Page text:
A fatal 2017 accident on a Gulf of Mexico oil rig prompted a deepwater drilling contractor to find technology to improve safety on its own drill rigs. The result, Vision IQ, monitors human and equipment movement on a rig’s red zone and alerts operators when it spots dangerous situations.

The red zone of an oil rig’s drill floor can be particularly hazardous since humans share the space with heavy equipment. Keeping watch over all the movement in the red zone can be a task beyond the ability of even several pairs of human eyes. Seadrill, an international offshore drilling company, partnered with the Marsden Group to develop Vision IQ, a system that uses lidar and artificial intelligence to observe red zone activities and alert the driller when it senses a dangerous situation.

Seadrill's new Vision IQ system. Source: Lida/SeadrillSeadrill's new Vision IQ system. Source: Lida/Seadrill

Lidar (light detection and ranging) is a remote sensing method that uses a pulsed laser to measure distances. A sensor measures the reflected laser light and uses the information to determine distance and 3D shapes of the objects being measured.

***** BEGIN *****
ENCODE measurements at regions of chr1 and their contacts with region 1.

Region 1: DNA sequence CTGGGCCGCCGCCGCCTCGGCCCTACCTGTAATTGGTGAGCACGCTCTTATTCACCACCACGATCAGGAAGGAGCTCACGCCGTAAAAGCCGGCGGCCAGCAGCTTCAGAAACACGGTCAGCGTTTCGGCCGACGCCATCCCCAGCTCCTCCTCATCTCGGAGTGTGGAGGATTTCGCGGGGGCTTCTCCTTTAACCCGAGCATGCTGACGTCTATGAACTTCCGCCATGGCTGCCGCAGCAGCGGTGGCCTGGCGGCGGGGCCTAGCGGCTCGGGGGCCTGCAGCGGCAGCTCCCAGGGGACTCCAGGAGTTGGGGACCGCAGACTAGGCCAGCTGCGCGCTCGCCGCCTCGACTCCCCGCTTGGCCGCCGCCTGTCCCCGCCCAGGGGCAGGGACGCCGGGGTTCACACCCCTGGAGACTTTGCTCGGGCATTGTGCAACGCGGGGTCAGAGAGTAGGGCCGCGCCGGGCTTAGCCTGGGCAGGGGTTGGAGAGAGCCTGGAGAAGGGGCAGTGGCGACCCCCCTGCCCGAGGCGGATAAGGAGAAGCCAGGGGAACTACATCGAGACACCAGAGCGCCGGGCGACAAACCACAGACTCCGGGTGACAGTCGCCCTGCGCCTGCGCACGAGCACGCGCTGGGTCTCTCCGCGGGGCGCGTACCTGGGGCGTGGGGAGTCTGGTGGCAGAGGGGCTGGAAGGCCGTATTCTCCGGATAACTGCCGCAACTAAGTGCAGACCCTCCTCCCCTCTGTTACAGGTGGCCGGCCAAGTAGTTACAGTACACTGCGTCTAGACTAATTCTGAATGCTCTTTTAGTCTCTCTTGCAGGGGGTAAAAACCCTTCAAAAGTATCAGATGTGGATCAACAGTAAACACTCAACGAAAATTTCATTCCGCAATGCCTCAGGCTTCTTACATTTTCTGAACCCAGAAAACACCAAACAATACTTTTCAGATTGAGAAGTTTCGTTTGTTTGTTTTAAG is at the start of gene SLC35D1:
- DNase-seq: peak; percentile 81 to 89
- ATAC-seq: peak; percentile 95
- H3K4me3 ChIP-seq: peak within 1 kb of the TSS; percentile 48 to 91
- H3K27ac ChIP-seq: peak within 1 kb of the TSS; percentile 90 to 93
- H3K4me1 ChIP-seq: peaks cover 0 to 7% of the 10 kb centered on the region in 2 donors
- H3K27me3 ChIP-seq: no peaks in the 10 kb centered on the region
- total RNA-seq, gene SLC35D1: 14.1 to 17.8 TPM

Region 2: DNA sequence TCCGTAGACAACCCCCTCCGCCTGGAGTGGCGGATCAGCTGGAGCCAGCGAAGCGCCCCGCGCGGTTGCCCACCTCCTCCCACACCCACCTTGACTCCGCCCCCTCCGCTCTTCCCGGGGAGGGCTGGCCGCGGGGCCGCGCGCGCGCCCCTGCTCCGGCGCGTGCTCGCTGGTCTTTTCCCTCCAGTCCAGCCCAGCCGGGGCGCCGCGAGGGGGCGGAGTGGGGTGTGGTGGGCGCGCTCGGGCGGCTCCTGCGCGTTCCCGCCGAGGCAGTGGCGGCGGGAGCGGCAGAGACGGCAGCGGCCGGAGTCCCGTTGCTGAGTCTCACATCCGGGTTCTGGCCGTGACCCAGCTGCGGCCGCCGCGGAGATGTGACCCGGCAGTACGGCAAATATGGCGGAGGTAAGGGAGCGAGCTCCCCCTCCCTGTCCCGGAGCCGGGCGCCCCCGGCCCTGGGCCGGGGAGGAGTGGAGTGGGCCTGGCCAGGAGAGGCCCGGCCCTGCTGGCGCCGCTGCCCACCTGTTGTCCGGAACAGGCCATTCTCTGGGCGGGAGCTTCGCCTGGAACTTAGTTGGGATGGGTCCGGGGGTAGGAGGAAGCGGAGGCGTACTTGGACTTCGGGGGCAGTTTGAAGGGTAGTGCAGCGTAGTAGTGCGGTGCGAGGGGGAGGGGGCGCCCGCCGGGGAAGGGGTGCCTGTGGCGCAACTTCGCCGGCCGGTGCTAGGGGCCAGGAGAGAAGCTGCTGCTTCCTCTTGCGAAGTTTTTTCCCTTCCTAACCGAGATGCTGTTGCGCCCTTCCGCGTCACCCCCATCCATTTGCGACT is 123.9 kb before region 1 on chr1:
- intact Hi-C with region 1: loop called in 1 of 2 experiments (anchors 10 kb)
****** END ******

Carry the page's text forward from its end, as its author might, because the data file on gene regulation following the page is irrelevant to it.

Vision IQ uses lidar to sense the presence of objects — humans and equipment — on the drill floor. Artificial intelligence identifies these objects and their precise locations as they move and can predict potential collisions. These predictions allow safety monitors enough time to intervene and prevent accidents before they happen. The system records activity, and playback is available immediately.

Marsden and Seadrill have tested Vision IQ extensively on both the drill floor and in crane operations. Seadrill has installed Vision IQ on two Gulf of Mexico drillships and will roll it out to 12 additional drillships over the next 12 months, pending regulatory approval.

Marsden foresees applications for Vision IQ in multiple industrial situations, such as factory floors.